Who rules East Europe commands the Heartland:
Who rules the Heartland commands the World-Island:
Who rules the World-Island commands the World.12
Mackinder’s geopolitical strategy was influenced by the Russian Revolution, and used to justify imperialist counterrevolution. In 1919, the British government appointed him high commissioner for South Russia, responsible for organizing British support for General Denikin and the White Army in the Civil War. Following the Red Army’s defeat of Denikin, Mackinder returned to London and reported to the government that, although Britain was right to fear German industrialization and militarism, German rearmament, then ostensibly blocked by the Treaty of Versailles, was essential. For Mackinder, Germany constituted the chief bulwark against Bolshevik control of Eastern Europe, and thus of the geopolitical Heartland.13
Mackinder was not the only influential interwar figure to promote such beliefs. It was this same logic that led Neville Chamberlain’s government two decades later not so much to “appease” Nazi Germany, as to collude with it, in the hope that Germany would turn its guns eastward, toward the USSR. Indeed, the Treaty of Versailles, as Thorstein Veblen explained, was a “compact for the reduction of Soviet Russia,” which while “not written into the text of the Treaty,” could “be said to have been the parchment upon which the text was written.”14
In Germany, the leading geopolitical theorist of the 1930s and ’40s was Karl Haushofer, the mentor of Rudolf Hess (Deputy Führer in the Nazi regime), and himself a key adviser to Adolf Hitler. He saw the British and U.S. empires as the main threat to Germany, and thus advocated the creation of a great Eurasian intercontinental power bloc, with Germany entering into an alliance of convenience with Russia and Japan to destroy Anglo-American power. With the signing of the Hitler-Stalin Nonaggression Pact, he wrote: “Now finally, the collaboration of the Axis powers, and of the Far East, stands distinctly before the German soul. At last there is hope of survival against the Anaconda policy [the strangling encirclement] of the Western democracies.”15
In the United States, the foremost geopolitical thinker of the age was Nicholas Spykman. In America’s Strategy in World Politics (1942) and his posthumous The Geography of Peace (1944), Spykman opposed Mackinder’s Heartland, land-based geopolitical strategy, in favor of one that emphasized sea power. By controlling the coastal rimlands of Europe, the Middle East, East Asia, and the Pacific, the United States could encircle the Eurasian Heartland, then controlled by the USSR. Spykman insisted on the need for an American-British hegemony over the globe, and was primarily concerned in The Geography of Peace with preventing the USSR from establishing “a hegemony over the European rimland.” The Soviet Union, he argued, would be unable to defend itself against “a united rimland.”16 Spykman’s geopolitics exerted a powerful if largely forgotten influence on U.S. foreign policy with the advent of the Cold War, including George Kennan’s strategy of “containment,” as well as the grand designs of the Council on Foreign Relations.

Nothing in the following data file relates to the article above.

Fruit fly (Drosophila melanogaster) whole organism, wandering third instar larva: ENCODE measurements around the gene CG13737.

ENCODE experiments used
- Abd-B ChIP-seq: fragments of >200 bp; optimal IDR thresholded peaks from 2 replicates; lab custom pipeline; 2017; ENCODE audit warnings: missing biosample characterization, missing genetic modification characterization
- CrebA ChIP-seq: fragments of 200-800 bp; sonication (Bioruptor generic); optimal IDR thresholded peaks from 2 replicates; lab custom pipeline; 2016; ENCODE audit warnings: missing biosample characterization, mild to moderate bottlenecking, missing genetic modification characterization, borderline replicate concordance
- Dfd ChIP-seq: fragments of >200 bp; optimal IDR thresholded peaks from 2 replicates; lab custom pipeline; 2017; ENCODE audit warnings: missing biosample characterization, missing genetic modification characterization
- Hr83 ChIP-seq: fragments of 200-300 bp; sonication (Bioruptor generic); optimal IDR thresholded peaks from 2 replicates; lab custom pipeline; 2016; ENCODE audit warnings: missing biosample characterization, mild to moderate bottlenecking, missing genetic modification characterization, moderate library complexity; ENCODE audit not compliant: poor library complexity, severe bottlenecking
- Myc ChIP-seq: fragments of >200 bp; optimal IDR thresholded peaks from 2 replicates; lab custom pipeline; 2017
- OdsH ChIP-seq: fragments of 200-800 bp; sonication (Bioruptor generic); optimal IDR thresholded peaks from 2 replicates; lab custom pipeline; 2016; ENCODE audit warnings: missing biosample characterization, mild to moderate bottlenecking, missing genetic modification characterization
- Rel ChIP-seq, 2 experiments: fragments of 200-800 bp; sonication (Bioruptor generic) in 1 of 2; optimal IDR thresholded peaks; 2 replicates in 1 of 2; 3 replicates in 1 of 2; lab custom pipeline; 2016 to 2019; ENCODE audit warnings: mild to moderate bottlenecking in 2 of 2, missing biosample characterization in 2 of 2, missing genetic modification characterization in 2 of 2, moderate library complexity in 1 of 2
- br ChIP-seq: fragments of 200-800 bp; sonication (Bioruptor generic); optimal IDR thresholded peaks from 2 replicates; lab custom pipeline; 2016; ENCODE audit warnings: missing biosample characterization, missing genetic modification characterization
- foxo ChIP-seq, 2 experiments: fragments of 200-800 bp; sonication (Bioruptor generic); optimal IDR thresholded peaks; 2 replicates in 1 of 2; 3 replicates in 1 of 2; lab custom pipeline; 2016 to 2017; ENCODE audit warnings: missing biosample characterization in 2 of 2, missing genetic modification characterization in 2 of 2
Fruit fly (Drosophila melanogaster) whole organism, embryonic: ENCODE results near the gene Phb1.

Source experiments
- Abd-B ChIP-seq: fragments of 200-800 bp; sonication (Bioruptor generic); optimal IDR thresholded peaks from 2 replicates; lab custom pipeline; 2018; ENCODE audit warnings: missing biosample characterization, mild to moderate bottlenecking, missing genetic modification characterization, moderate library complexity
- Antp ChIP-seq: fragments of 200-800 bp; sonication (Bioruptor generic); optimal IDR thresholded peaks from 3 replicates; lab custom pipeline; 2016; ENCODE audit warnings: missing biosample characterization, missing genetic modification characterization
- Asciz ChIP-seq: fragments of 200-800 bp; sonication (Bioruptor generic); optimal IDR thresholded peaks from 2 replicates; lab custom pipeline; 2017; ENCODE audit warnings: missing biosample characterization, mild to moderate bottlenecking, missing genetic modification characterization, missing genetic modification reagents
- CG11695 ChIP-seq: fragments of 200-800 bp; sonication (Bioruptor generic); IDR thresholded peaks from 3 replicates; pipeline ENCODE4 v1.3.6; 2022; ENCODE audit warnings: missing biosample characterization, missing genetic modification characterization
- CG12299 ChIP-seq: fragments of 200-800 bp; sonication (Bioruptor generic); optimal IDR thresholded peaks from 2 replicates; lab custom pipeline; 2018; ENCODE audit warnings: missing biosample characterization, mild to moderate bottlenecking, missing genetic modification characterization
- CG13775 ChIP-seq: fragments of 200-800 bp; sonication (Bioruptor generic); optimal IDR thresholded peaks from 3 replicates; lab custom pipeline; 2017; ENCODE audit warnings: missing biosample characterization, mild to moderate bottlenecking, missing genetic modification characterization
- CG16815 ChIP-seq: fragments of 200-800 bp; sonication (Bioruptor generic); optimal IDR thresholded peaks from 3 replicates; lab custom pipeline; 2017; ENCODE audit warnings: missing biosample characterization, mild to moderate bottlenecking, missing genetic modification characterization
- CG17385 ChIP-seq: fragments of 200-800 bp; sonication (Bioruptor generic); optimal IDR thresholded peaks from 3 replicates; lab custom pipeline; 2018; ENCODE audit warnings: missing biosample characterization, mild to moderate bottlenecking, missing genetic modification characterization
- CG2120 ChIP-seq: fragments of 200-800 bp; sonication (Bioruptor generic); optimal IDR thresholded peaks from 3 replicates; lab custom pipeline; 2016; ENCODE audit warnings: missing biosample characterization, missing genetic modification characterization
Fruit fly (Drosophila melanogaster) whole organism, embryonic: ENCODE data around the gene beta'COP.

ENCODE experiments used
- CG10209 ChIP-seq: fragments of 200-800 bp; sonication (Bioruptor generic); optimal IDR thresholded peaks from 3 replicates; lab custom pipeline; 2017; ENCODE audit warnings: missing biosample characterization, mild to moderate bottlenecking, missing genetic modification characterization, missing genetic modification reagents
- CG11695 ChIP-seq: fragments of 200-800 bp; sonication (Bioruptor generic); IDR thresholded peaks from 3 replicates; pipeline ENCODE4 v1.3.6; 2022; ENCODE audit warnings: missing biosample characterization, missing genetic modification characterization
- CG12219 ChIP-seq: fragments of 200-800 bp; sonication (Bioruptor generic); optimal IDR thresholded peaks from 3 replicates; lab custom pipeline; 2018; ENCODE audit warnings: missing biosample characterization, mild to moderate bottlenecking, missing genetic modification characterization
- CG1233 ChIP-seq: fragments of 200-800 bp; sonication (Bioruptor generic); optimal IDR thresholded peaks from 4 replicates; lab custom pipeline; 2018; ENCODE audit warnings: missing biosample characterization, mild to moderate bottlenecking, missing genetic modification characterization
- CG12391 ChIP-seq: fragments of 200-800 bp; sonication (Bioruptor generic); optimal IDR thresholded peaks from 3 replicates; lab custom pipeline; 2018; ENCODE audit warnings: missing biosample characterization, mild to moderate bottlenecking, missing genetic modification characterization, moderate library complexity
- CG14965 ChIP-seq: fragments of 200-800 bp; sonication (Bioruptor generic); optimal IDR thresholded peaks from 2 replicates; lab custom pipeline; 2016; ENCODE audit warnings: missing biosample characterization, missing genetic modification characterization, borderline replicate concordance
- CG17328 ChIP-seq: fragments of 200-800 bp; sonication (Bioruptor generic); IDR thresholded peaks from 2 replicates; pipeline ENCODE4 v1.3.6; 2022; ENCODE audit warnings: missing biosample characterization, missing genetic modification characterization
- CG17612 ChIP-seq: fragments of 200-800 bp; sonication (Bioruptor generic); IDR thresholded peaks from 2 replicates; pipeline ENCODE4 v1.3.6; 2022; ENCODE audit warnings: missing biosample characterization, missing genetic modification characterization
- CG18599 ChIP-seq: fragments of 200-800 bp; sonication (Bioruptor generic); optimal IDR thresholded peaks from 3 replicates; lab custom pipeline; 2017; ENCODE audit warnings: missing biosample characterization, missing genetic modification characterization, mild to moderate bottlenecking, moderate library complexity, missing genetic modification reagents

In 1943, Mackinder underscored the global stakes for the U.S. empire, declaring in Foreign Affairs that “the territory of the Soviet Union is equivalent to the Heartland,” over which it could not be allowed to retain control.17 Washington’s initial geopolitical strategy adopted during the Second World War was intended to extend U.S. hegemony outward beyond what the Council on Foreign Relations called the Grand Area of the British and American empires, to further encompass continental Europe, the Middle East, and the rimlands of Asia.18 In the new anticommunist crusade, revolutions were to be fought all across the globe, but especially in these strategic areas. Not only the Council on Foreign Relations, but a succession of leading Cold War and post-Cold War strategic planners, such as James Burnham, Eugene Rostow, Henry Kissinger, Zbigniew Brzezinski, and Paul Wolfowitz, would go on to argue in similar terms.19 Washington would ultimately set itself the wider objective of dominating states and regions throughout the world, as well as controlling strategic resources, capital movements, currencies, and world trade. However, the full extent of U.S. imperial ambitions was to become apparent only in the period of naked imperialism following the demise of the Soviet Union.20